Maybe the patent law changes won't solve much of anything. Andre, for his part, said enough companies file their applications in the U.S. and Europe at almost the same time and enough lawyers are aware of it that the changes in U.S. rules will hardly matter.

Successful firms, Andre said, ought to expect patent lawsuits.

"I tell most companies, if you get something through the FDA, and it's a successful product, you can almost count on being sued in a patent case," he said.

Seasoned officials take litigation calmly.

"It has more of an effect on investors," Andre said. "It shouldn't have. Most of the sophisticated companies understand a patent lawsuit is just the cost of doing business."

Not only that. For more robust firms, garnering patents and arguing over them is a way to generate tidy sums of money.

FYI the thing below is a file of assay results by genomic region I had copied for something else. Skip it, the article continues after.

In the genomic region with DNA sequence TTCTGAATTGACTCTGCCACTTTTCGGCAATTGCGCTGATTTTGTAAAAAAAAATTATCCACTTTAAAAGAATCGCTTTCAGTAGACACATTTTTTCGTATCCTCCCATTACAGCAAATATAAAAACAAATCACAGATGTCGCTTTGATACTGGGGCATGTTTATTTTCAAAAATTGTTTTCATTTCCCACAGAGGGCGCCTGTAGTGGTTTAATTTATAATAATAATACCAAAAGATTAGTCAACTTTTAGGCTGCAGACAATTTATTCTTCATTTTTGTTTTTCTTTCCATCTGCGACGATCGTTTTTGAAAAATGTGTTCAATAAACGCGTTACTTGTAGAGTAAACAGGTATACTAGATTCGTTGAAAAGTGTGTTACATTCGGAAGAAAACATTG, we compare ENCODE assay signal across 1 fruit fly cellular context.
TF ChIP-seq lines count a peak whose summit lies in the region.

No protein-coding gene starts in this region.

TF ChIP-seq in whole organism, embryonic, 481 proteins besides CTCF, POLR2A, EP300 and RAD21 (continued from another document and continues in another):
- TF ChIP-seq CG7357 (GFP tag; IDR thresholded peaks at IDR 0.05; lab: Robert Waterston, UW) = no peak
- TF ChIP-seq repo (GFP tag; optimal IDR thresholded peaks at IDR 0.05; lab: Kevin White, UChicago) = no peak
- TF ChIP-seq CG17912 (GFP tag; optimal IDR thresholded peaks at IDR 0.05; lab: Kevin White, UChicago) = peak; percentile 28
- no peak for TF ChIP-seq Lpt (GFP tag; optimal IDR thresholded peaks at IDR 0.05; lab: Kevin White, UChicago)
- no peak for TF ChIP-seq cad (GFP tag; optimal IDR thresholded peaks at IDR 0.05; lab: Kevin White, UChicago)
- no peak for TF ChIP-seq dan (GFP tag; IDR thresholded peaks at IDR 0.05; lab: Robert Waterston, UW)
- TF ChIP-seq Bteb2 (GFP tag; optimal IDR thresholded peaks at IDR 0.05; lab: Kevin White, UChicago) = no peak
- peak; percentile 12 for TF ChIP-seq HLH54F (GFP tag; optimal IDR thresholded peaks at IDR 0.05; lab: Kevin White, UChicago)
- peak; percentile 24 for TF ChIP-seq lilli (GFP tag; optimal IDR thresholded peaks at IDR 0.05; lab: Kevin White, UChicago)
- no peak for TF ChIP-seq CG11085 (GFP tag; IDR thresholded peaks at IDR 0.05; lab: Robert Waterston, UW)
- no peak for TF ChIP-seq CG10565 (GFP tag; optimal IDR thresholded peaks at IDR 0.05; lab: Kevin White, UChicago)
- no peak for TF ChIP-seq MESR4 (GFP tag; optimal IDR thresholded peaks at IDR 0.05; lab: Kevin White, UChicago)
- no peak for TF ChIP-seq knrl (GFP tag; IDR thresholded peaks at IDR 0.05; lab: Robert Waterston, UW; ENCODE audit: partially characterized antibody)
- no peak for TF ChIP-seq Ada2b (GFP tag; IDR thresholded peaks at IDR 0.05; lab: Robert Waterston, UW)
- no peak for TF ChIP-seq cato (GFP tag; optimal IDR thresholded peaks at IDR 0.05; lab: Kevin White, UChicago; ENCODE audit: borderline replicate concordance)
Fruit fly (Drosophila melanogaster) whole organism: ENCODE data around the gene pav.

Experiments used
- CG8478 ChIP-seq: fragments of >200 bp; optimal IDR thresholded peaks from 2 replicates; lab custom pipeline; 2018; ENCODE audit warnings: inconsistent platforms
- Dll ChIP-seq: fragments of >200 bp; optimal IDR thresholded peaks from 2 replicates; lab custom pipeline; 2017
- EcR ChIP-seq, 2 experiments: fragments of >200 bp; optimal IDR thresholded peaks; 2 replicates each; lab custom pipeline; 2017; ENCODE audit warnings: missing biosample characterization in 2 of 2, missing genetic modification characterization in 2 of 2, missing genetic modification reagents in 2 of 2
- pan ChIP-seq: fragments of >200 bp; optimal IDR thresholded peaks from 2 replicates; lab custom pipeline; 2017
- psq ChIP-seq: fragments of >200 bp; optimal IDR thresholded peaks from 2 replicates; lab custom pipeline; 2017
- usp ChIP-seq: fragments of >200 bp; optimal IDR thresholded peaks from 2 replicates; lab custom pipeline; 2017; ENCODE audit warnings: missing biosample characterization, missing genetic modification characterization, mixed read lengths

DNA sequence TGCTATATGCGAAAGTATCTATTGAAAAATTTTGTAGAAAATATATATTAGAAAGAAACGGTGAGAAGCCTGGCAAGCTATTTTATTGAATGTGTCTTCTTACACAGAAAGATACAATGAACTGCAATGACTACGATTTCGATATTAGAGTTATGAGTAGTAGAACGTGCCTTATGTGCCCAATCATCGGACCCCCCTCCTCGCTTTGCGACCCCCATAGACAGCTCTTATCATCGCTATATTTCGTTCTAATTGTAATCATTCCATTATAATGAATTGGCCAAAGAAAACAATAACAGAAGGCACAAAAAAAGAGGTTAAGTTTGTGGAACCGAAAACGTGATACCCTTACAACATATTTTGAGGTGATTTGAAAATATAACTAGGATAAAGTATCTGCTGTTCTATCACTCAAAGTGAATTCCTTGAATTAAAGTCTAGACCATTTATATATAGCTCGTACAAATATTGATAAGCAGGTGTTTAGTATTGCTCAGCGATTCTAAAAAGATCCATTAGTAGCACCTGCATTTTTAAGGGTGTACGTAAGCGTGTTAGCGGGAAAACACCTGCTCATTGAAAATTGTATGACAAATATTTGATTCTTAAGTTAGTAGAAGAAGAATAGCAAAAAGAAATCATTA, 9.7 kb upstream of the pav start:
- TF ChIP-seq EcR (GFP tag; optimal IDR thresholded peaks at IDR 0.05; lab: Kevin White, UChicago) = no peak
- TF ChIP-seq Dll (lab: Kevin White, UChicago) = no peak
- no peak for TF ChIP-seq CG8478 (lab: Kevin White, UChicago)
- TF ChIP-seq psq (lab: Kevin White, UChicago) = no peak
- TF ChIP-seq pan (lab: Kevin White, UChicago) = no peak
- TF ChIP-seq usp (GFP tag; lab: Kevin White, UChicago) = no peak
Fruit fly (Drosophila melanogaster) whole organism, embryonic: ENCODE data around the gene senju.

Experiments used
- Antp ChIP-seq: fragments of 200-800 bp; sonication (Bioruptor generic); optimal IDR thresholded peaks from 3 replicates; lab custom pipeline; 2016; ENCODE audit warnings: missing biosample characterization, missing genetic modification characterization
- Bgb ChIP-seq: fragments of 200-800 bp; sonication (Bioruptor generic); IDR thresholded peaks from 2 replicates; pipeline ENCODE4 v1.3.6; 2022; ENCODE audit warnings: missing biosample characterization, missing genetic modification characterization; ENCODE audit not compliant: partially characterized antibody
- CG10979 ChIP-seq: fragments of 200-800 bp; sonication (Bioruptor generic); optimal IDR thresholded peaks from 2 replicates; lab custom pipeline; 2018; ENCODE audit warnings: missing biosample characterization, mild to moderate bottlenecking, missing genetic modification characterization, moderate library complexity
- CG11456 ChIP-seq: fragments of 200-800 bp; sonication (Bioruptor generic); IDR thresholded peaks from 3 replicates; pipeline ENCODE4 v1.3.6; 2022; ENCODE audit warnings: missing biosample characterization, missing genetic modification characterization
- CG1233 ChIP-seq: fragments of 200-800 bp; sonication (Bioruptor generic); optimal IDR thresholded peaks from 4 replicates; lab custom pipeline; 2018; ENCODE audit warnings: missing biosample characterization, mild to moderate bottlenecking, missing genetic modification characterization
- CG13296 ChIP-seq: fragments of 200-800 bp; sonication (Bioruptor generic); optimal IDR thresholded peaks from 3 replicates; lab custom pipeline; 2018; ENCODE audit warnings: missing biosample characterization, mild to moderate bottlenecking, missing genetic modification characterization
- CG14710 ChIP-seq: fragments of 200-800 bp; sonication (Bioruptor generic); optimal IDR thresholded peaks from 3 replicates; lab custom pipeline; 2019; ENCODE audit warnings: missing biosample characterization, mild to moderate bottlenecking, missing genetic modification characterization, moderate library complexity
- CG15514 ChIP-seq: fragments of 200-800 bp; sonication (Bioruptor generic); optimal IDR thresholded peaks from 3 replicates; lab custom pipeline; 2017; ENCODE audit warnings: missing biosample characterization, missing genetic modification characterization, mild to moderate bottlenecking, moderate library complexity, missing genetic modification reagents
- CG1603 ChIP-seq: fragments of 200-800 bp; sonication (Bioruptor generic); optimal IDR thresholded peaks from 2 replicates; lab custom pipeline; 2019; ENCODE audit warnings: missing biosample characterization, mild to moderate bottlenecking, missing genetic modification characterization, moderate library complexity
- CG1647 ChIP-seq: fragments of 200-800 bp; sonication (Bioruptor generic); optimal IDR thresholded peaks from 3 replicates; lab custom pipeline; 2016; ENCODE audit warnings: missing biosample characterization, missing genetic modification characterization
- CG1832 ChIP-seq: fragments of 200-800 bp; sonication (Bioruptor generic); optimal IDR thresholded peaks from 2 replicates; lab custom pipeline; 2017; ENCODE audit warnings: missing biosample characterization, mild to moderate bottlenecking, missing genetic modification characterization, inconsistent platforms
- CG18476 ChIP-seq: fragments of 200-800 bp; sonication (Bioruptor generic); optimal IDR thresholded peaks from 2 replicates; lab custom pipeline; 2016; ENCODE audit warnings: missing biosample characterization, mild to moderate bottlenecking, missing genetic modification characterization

"A lot of biotech companies have set up litigation departments to enforce their intellectual property," Andre said. Much time and effort is devoted to watching the competition, threatening lawsuits, and collecting either license fees or cash settlements.

"What's not factored in is the market share you obtain [by knocking others out of the ring]," he added.

"Obtaining patents is one of the most important things a biotech company can do," he said. "The company can use them as bargaining chips if it's the target [of a lawsuit], or turn around and do a cross-license deal."

Genomics findings will increase the research overlap in the near future, Andre said, and this situation will take an unknown period of time to settle out.

"[Genomics] has increased the level of activity," Andre said. "Some people think that complicates it, but I'm of the belief that eventually this will be sorted out. The case law lags behind somewhat, but once they're established, people know the boundaries."

But that won't slow the court action. Patent application demands are so rigorous that firms typically are on fairly solid ground, whether they're plaintiffs or respondents in cases.

"Rarely is there a totally frivolous lawsuit in the patent arena," he said. *